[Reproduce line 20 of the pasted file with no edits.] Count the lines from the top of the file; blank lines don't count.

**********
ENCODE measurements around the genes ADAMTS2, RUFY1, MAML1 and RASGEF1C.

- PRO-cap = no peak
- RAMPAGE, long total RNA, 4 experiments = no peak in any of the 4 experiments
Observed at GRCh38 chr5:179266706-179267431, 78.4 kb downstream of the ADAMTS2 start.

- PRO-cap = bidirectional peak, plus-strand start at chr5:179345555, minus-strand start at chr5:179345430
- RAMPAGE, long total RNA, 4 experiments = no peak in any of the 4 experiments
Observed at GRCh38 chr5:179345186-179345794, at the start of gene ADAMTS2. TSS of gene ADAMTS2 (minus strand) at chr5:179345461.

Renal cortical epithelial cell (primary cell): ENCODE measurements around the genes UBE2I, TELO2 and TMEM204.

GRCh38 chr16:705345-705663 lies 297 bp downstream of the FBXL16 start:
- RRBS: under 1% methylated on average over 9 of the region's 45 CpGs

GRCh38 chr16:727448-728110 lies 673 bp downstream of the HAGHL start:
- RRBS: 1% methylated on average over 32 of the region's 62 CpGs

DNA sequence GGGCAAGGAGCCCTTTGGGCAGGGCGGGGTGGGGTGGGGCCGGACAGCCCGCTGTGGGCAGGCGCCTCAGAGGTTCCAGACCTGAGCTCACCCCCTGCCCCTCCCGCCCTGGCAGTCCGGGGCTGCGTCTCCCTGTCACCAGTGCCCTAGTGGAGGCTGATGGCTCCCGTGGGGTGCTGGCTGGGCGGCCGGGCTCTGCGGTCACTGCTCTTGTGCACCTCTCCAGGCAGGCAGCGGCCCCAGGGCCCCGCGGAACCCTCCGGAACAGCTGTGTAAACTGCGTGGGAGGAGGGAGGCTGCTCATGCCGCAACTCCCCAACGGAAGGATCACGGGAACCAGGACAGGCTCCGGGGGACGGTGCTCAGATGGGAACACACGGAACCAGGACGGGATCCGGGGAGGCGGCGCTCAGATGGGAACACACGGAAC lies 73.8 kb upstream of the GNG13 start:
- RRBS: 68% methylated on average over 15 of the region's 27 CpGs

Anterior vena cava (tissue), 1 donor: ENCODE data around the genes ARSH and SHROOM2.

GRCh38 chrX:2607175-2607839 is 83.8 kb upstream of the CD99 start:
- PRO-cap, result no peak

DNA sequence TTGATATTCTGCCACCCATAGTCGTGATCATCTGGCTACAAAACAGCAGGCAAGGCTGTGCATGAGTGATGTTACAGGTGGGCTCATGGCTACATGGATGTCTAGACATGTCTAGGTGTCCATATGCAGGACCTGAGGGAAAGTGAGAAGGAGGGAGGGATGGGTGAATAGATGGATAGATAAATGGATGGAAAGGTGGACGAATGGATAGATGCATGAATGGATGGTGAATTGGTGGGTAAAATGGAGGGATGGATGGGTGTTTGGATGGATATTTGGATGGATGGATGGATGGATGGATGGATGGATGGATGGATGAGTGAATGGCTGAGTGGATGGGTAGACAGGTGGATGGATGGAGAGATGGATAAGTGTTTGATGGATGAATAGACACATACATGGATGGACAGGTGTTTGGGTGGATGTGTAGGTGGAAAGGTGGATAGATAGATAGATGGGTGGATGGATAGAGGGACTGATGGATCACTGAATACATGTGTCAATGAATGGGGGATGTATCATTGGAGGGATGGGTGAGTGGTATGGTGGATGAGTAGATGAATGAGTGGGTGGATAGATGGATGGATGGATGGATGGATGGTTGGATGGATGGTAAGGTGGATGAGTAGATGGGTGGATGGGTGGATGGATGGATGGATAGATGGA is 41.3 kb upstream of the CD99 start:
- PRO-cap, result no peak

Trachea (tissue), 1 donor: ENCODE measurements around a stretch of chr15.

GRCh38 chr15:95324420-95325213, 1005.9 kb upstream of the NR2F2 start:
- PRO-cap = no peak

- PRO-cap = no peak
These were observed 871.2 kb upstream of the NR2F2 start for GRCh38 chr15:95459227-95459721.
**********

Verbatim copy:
Trachea (tissue), 1 donor: ENCODE measurements around a stretch of chr15.